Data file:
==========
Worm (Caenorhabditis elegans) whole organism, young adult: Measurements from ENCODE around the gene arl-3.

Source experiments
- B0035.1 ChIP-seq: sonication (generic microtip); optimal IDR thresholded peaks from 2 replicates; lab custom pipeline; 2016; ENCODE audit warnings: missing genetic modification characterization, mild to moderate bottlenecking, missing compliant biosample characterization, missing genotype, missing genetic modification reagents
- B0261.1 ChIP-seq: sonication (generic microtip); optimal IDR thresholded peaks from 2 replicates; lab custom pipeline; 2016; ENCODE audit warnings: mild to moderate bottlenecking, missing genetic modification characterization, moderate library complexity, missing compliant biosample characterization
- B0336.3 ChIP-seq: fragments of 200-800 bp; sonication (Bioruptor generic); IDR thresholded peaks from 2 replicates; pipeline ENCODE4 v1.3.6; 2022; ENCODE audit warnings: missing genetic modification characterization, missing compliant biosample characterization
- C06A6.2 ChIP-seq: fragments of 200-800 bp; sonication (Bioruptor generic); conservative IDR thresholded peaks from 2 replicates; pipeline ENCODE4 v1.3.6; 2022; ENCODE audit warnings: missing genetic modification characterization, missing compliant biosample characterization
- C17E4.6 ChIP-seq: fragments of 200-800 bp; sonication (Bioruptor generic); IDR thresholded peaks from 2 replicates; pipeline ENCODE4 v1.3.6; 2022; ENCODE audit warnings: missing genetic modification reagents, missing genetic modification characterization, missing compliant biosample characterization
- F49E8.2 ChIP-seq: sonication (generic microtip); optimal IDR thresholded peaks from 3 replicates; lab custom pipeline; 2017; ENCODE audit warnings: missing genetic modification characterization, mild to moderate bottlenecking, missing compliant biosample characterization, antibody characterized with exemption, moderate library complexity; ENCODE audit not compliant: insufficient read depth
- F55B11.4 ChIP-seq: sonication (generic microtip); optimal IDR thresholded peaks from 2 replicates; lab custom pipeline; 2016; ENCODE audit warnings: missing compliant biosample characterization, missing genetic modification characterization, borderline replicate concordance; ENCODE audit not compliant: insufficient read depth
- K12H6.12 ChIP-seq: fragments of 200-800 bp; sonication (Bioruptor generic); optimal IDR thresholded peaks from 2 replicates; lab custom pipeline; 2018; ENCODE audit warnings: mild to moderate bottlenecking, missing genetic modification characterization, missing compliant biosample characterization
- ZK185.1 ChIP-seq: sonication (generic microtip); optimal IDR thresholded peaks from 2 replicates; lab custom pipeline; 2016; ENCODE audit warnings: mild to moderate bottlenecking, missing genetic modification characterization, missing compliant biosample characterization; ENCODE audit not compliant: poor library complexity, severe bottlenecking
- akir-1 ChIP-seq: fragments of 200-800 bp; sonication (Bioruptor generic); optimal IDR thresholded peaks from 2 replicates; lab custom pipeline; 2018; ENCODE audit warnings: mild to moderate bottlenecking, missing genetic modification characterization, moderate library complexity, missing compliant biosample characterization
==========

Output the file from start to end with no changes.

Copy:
Worm (Caenorhabditis elegans) whole organism, young adult: Measurements from ENCODE around the gene arl-3.

Source experiments
- B0035.1 ChIP-seq: sonication (generic microtip); optimal IDR thresholded peaks from 2 replicates; lab custom pipeline; 2016; ENCODE audit warnings: missing genetic modification characterization, mild to moderate bottlenecking, missing compliant biosample characterization, missing genotype, missing genetic modification reagents
- B0261.1 ChIP-seq: sonication (generic microtip); optimal IDR thresholded peaks from 2 replicates; lab custom pipeline; 2016; ENCODE audit warnings: mild to moderate bottlenecking, missing genetic modification characterization, moderate library complexity, missing compliant biosample characterization
- B0336.3 ChIP-seq: fragments of 200-800 bp; sonication (Bioruptor generic); IDR thresholded peaks from 2 replicates; pipeline ENCODE4 v1.3.6; 2022; ENCODE audit warnings: missing genetic modification characterization, missing compliant biosample characterization
- C06A6.2 ChIP-seq: fragments of 200-800 bp; sonication (Bioruptor generic); conservative IDR thresholded peaks from 2 replicates; pipeline ENCODE4 v1.3.6; 2022; ENCODE audit warnings: missing genetic modification characterization, missing compliant biosample characterization
- C17E4.6 ChIP-seq: fragments of 200-800 bp; sonication (Bioruptor generic); IDR thresholded peaks from 2 replicates; pipeline ENCODE4 v1.3.6; 2022; ENCODE audit warnings: missing genetic modification reagents, missing genetic modification characterization, missing compliant biosample characterization
- F49E8.2 ChIP-seq: sonication (generic microtip); optimal IDR thresholded peaks from 3 replicates; lab custom pipeline; 2017; ENCODE audit warnings: missing genetic modification characterization, mild to moderate bottlenecking, missing compliant biosample characterization, antibody characterized with exemption, moderate library complexity; ENCODE audit not compliant: insufficient read depth
- F55B11.4 ChIP-seq: sonication (generic microtip); optimal IDR thresholded peaks from 2 replicates; lab custom pipeline; 2016; ENCODE audit warnings: missing compliant biosample characterization, missing genetic modification characterization, borderline replicate concordance; ENCODE audit not compliant: insufficient read depth
- K12H6.12 ChIP-seq: fragments of 200-800 bp; sonication (Bioruptor generic); optimal IDR thresholded peaks from 2 replicates; lab custom pipeline; 2018; ENCODE audit warnings: mild to moderate bottlenecking, missing genetic modification characterization, missing compliant biosample characterization
- ZK185.1 ChIP-seq: sonication (generic microtip); optimal IDR thresholded peaks from 2 replicates; lab custom pipeline; 2016; ENCODE audit warnings: mild to moderate bottlenecking, missing genetic modification characterization, missing compliant biosample characterization; ENCODE audit not compliant: poor library complexity, severe bottlenecking
- akir-1 ChIP-seq: fragments of 200-800 bp; sonication (Bioruptor generic); optimal IDR thresholded peaks from 2 replicates; lab custom pipeline; 2018; ENCODE audit warnings: mild to moderate bottlenecking, missing genetic modification characterization, moderate library complexity, missing compliant biosample characterization